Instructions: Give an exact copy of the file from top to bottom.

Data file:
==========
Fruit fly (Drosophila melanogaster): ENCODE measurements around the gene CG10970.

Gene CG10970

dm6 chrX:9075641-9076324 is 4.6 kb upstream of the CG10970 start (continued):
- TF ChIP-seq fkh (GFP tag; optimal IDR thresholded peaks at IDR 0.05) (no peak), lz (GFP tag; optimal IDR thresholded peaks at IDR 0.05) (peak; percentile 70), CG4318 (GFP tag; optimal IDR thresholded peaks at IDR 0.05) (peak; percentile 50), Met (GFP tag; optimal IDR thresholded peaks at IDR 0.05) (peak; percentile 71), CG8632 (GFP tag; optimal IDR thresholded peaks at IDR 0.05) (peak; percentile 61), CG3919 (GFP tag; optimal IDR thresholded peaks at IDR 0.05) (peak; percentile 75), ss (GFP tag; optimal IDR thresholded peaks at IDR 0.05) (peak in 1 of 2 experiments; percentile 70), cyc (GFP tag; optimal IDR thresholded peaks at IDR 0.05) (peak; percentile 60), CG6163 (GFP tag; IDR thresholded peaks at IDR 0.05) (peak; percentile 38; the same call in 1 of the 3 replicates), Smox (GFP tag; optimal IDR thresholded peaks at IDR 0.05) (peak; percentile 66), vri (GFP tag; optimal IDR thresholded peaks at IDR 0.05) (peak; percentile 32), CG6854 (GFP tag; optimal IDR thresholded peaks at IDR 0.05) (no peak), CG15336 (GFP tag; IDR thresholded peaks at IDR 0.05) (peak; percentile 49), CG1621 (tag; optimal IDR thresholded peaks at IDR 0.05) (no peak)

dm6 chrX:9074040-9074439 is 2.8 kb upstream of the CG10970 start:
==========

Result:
Fruit fly (Drosophila melanogaster): ENCODE measurements around the gene CG10970.

Gene CG10970

dm6 chrX:9075641-9076324 is 4.6 kb upstream of the CG10970 start (continued):
- TF ChIP-seq fkh (GFP tag; optimal IDR thresholded peaks at IDR 0.05) (no peak), lz (GFP tag; optimal IDR thresholded peaks at IDR 0.05) (peak; percentile 70), CG4318 (GFP tag; optimal IDR thresholded peaks at IDR 0.05) (peak; percentile 50), Met (GFP tag; optimal IDR thresholded peaks at IDR 0.05) (peak; percentile 71), CG8632 (GFP tag; optimal IDR thresholded peaks at IDR 0.05) (peak; percentile 61), CG3919 (GFP tag; optimal IDR thresholded peaks at IDR 0.05) (peak; percentile 75), ss (GFP tag; optimal IDR thresholded peaks at IDR 0.05) (peak in 1 of 2 experiments; percentile 70), cyc (GFP tag; optimal IDR thresholded peaks at IDR 0.05) (peak; percentile 60), CG6163 (GFP tag; IDR thresholded peaks at IDR 0.05) (peak; percentile 38; the same call in 1 of the 3 replicates), Smox (GFP tag; optimal IDR thresholded peaks at IDR 0.05) (peak; percentile 66), vri (GFP tag; optimal IDR thresholded peaks at IDR 0.05) (peak; percentile 32), CG6854 (GFP tag; optimal IDR thresholded peaks at IDR 0.05) (no peak), CG15336 (GFP tag; IDR thresholded peaks at IDR 0.05) (peak; percentile 49), CG1621 (tag; optimal IDR thresholded peaks at IDR 0.05) (no peak)

dm6 chrX:9074040-9074439 is 2.8 kb upstream of the CG10970 start: